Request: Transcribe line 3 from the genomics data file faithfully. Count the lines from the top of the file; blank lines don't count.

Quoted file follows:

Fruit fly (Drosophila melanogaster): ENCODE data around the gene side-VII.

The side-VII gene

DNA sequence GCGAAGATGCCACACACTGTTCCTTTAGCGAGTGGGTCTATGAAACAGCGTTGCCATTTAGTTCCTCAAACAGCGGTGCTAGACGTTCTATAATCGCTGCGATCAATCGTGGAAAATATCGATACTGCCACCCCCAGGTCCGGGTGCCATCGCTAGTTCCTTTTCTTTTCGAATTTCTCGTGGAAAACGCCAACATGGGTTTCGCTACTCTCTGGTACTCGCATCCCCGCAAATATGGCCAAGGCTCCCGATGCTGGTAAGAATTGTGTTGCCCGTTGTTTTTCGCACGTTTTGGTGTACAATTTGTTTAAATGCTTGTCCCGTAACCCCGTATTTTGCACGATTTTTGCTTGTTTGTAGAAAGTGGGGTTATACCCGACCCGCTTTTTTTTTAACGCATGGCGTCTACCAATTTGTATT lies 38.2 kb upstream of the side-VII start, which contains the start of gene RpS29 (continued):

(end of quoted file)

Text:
DNA sequence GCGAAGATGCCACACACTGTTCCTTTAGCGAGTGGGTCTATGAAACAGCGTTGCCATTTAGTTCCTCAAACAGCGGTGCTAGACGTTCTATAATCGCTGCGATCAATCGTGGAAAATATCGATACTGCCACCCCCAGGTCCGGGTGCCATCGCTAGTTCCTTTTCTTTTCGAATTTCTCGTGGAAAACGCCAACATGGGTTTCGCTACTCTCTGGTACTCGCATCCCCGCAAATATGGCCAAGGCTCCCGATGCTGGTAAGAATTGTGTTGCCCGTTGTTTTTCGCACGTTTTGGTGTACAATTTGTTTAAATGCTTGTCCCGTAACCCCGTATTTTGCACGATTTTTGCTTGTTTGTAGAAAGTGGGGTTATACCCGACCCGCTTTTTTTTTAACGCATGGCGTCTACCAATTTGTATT lies 38.2 kb upstream of the side-VII start, which contains the start of gene RpS29 (continued):